We paid our 7 quid each for the tour and so it began. Our tour was small — just us and four other Scottish people who are independent whisky bottlers who were sorta there to network. Our tour leader, Flora, was super awesome. We chatted with her for a bit — she had studied in South Korea and it BLEW HER MIND that we had been there. She was about our age and we had a great time with her — it didn’t hurt that she hooked us up with some free drams at the end.

So, I could talk about whisky distilling process for hours and, honestly, I know that would probably bore a lot of you, so I’ll try to keep this part brief.

This is the mash tun. This is where it all starts -- every single bottle. The malted barley is dumped in here and mixed with hot water to break down the sugars.

This is the mash tun. This is where it all starts — every single bottle. The malted barley is dumped in here and mixed with hot water to break down the sugars.

Smells a bit like malty oatmeal?

Smells a bit like malty oatmeal?

The goop from the mash tun is then put into the washbacks where yeast is added and it’s allowed to ferment. This baaaasically, more or less, turns it into a 7-8% alcohol beer. Did you know that whisky is basically just distilled beer? MIND. BLOWN. Basic how alcohol is made lesson: The yeast eats the sugars from the malted barley, the by-product of this is CO2 and alcohol. When the yeast is full, it goes to sleep and turns into nasty goop.

Washbacks. Fermentin' like a BAWS.

Washbacks. Fermentin’ like a BAWS.

The “beer” inside the washback looks pretty gnarly, nasty yeast floating on the top and burping and bubble occasionally as CO2 is explled — but it IS drinkable.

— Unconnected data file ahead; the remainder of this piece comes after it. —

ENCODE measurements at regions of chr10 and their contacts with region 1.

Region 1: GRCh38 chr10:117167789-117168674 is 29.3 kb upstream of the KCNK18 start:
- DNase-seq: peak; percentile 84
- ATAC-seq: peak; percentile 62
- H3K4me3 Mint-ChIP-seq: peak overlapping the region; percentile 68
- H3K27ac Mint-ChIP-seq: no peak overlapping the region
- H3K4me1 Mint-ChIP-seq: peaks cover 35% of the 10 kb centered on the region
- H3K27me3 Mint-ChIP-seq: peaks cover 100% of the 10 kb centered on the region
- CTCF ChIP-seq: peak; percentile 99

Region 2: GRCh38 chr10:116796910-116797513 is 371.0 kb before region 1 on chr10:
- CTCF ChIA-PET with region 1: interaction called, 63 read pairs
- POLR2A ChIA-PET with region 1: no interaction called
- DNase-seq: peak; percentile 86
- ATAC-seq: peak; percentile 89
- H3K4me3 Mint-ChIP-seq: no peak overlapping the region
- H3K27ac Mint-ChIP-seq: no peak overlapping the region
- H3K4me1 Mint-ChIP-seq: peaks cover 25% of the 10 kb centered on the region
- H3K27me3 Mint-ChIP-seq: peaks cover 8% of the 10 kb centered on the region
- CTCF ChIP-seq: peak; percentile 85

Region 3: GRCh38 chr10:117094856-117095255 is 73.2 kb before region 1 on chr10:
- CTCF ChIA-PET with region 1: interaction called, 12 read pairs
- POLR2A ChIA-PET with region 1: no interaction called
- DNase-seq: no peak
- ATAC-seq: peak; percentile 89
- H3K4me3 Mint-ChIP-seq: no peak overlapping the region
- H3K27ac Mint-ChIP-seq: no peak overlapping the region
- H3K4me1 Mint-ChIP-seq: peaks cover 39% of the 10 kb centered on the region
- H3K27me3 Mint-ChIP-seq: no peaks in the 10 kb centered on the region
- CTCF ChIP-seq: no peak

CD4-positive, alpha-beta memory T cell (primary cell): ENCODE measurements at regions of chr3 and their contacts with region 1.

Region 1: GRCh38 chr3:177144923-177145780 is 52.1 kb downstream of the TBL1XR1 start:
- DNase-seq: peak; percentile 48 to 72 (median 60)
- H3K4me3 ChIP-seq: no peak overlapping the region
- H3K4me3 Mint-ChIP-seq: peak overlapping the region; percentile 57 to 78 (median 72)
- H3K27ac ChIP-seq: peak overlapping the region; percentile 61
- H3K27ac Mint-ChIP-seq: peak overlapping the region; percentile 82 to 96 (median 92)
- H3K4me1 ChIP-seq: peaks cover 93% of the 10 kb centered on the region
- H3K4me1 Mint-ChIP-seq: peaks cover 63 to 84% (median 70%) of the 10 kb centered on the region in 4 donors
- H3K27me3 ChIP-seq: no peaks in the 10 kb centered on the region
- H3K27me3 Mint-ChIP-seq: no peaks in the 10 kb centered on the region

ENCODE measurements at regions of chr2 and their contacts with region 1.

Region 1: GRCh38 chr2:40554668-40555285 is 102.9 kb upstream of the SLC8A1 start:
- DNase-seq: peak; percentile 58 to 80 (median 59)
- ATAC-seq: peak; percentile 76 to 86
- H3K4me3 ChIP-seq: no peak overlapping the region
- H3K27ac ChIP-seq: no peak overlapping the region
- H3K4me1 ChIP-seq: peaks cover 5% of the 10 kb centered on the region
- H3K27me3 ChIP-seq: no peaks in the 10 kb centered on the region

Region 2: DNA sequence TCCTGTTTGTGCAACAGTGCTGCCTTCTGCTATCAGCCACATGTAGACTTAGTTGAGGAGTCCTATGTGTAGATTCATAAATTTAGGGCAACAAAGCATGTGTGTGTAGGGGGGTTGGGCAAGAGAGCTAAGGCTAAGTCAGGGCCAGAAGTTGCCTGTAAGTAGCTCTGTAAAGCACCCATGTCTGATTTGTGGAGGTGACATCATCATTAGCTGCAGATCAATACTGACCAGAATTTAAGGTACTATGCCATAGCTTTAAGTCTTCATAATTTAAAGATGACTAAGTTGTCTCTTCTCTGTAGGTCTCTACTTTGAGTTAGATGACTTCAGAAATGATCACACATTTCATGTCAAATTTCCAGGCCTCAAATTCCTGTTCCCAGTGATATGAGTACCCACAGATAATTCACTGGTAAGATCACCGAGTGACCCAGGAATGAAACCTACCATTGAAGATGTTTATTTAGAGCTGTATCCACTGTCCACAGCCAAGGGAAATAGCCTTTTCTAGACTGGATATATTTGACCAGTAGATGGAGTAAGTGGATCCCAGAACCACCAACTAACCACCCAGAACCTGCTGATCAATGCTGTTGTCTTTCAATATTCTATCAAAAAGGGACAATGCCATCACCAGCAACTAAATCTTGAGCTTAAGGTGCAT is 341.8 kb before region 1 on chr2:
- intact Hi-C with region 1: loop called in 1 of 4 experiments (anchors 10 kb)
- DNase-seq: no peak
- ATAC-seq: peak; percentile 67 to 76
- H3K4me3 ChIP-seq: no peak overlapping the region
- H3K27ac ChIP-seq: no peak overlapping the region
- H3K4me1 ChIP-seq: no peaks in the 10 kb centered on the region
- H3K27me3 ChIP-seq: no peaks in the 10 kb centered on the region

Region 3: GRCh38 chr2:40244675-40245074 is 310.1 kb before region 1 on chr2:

Technically potable...

Technically potable…

So, when our tour leader sarcastically asked if any of us wanted to taste it, of COURSE I said “Yeah! Really?!” She looked at me like I had 3 heads but said, “Uh, ok…” and she got a big ladle and scooped me out a bit.

It tasted like....warm gross  flat beer. Not my favorite.

It tasted like….warm gross flat beer. Not my favorite.

Alright, so now the beer is ready to be turned into whisky. And THIS is where the magic happens:

Every single drop of Auchentoshan sold goes through these three stills.

Every single drop of Auchentoshan sold goes through these three stills. Hard to get scale here, but they’re, like, 25 feet tall.

I’m not gonna get into everything that goes on in this part of the process. If you’re interested read more here: Basically, alcohol evaporates at a lower temperature than water. The washback is heated, the alcohol vapors rise and then are condensed back into a liquid. That’s the super abbreviated version. Auchentoshan distills their whisky three times — no other distillery distills their whisky more than twice. So Auchentoshan heavily markets their “triple distilled” whisky. (Something else you learn is just how much of the scotch whisky industry is about marketing, a lot of which is sort of bullshit. Does the extra distillation make a difference? I mean, PROBABLY but does it make it better? Who can know?) What comes out of this process is, at the very beginning, some really nasty poisonous stuff (called “foreshot”) that’s siphoned off and, eventually, an 81% alcohol clear spirit. They had a bottle of this to taste as well. It tasted exactly as you’d expect — super strong, super burn going down, I did not want more after my tiny sip. It’s watered down to 63.5% abv before it’s put in the barrels for aging.

This is the spirit safe. This is what the master distiller uses to sample and control the distillation process to make sure that everything's going just as it should.

This is the spirit safe. This is what the master distiller uses to sample and control the distillation process to make sure that everything’s going just as it should.

Like I said, for whisky to be called “scotch” it legally must age for at least 3 years and 1 day. Auchentoshan uses several different types of barrels to age its whisky: used American bourbon barrels and two different types of Spanish sherry barrels. These barrels are remarkably expensive (a few hundred dollars each and they can only be used 3 times) so this is another reason for scotch’s relatively high price.